Gradient Descent with Momentum One problem with gradient descent is that it has no memory of where the "ball rolling down the hill" comes from. This can be an issue when there are many shallow minima in our landscape. If we make an analogy with a ball rolling down a hill, the lack of memory is equivalent to having no inertia or momentum (i.e. completely overdamped dynamics). Without momentum, the ball has no kinetic energy and cannot climb out of shallow minima.

Momentum becomes especially important when we start thinking about stochastic gradient descent with noisy, stochastic estimates of the gradient. In this case, we should remember where we were coming from and not react drastically to each new update.

Inspired by this, we can add a memory or momentum term to the stochastic gradient descent term above:

$$v_{t}=\gamma v_{t-1}+\eta_{t}\nabla_\theta E(\theta_t),\\ \theta_{t+1}= \theta_t -v_{t},$$

with $0\le \gamma < 1$ called the momentum parameter. When $\gamma=0$, this reduces to ordinary gradient descent, and increasing $\gamma$ increases the inertial contribution to the gradient. From the equations above, we can see that typical memory lifetimes of the gradient is given by $(1-\gamma)^{-1}$. For $\gamma=0$ as in gradient descent, the lifetime is just one step. For $\gamma=0.9$, we typically remember a gradient for ten steps. We will call this gradient descent with classical momentum or CM for short.

A final widely used variant of gradient descent with momentum is called the Nesterov accelerated gradient (NAG). In NAG, rather than calculating the gradient at the current position, one calculates the gradient at the position momentum will carry us to at time $t+1$, namely, $\theta_t -\gamma v_{t-1}$. Thus, the update becomes $$v_{t}=\gamma v_{t-1}+\eta_{t}\nabla_\theta E(\theta_t-\gamma v_{t-1})\\ \theta_{t+1}= \theta_t -v_{t}$$

In [3]:
#This writes a simple gradient descent, gradient descent+ momentum,
#nesterov.

def gd(grad, init, n_epochs=1000, eta=10**-4, noise_strength=0):
#This is a simple optimizer
params=np.array(init)
param_traj=np.zeros([n_epochs+1,2])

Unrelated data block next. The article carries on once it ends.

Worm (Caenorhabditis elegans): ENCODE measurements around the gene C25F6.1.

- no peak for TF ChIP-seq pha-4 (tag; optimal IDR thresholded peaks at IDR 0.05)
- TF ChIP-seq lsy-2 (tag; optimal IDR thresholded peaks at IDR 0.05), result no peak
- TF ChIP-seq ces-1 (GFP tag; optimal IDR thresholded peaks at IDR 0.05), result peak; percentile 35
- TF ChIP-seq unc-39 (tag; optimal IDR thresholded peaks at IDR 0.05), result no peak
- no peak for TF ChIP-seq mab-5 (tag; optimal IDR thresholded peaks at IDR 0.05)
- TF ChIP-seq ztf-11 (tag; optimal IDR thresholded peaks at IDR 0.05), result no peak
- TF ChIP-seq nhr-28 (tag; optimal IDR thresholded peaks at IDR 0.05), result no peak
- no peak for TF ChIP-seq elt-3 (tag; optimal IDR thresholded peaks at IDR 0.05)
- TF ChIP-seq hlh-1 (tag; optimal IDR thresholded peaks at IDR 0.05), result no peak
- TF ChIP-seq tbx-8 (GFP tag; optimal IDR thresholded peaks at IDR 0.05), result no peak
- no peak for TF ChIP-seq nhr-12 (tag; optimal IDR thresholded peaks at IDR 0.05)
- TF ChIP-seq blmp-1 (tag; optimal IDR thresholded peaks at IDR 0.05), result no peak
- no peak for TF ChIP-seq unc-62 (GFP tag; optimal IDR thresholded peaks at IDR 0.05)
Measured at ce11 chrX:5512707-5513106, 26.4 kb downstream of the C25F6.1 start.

param_traj[0,]=init
v=0;
for j in range(n_epochs):
noise=noise_strength*np.random.randn(params.size)
params=params-v
param_traj[j+1,]=params
return param_traj

def gd_with_mom(grad, init, n_epochs=5000, eta=10**-4, gamma=0.9,noise_strength=0):
params=np.array(init)
param_traj=np.zeros([n_epochs+1,2])
param_traj[0,]=init
v=0
for j in range(n_epochs):
noise=noise_strength*np.random.randn(params.size)
params=params-v
param_traj[j+1,]=params
return param_traj

def NAG(grad, init, n_epochs=5000, eta=10**-4, gamma=0.9,noise_strength=0):
params=np.array(init)
param_traj=np.zeros([n_epochs+1,2])
param_traj[0,]=init
v=0
for j in range(n_epochs):
noise=noise_strength*np.random.randn(params.size)
params_nesterov=params-gamma*v
params=params-v
param_traj[j+1,]=params
return param_traj


## Experiments with GD, CM, and NAG¶

Before introducing more complicated situations, let us experiment with these methods to gain some intuition.

Let us look at the dependence of GD on learning rate in a simple quadratic minima of the form $z=ax^2+by^2-1$. Make plots below for $\eta=0.1,0.5,1,1.01$ and $a=1$ and $b=1$. (to do this, you would have to add additional arguments to the function gd above in order to pass the new values of a and b; otherwise the default values a=1 and b=1 will be used by the gradient)

• What are the qualitatively different behaviors that arise as $\eta$ is increased?
• What does this tell us about the importance of choosing learning parameters? How do these change if we change $a$ and $b$ above? In particular how does anisotropy change the learning behavior?
• Make similar plots for CM and NAG? How do the learning rates for these procedures compare with those for GD?
In [4]:
# Investigate effect of learning rate in GD
plt.close()
a,b = 1.0,1.0
x, y = np.meshgrid(np.arange(-4.5, 4.5, 0.2), np.arange(-4.5, 4.5, 0.2))
fig, ax = plt.subplots(figsize=(10, 6))
z=np.abs(minima_surface(x,y,a,b))
ax.contour(x, y, z, levels=np.logspace(0.0, 5, 35), norm=LogNorm(), cmap="RdYlBu_r")
ax.plot(0,0, 'r*', markersize=18)

#initial point
init1=[-2,4]
init2=[-1.7,4]
init3=[-1.5,4]
init4=[-3,4.5]
eta1=0.1
eta2=0.5
eta3=1
eta4=1.01
#print(gd_1)
overlay_trajectory_contour(ax,gd_1,'$\eta=$%s'% eta1,'g--*', lw=0.5)
overlay_trajectory_contour(ax,gd_2,'$\eta=$%s'% eta2,'b-<', lw=0.5)
overlay_trajectory_contour(ax,gd_3,'$\eta=$%s'% eta3,'->', lw=0.5)
overlay_trajectory_contour(ax,gd_4,'$\eta=$%s'% eta4,'c-o', lw=0.5)
plt.legend(loc=2)
plt.show()
fig.savefig("GD3regimes.pdf", bbox_inches='tight')


## Gradient Descents that utilize the second moment¶

In stochastic gradient descent, with and without momentum, we still have to specify a schedule for tuning the learning rates $\eta_t$ as a function of time. As discussed in Sec. IV in the context of Newton's method, this presents a number of dilemmas. The learning rate is limited by the steepest direction which can change depending on where in the landscape we are. To circumvent this problem, ideally our algorithm would take large steps in shallow, flat directions and small steps in steep, narrow directions. Second-order methods accomplish this by calculating or approximating the Hessian and normalizing the learning rate by the curvature. However, this is very computationally expensive for extremely large models. Ideally, we would like to be able to adaptively change our step size to match the landscape without paying the steep computational price of calculating or approximating Hessians.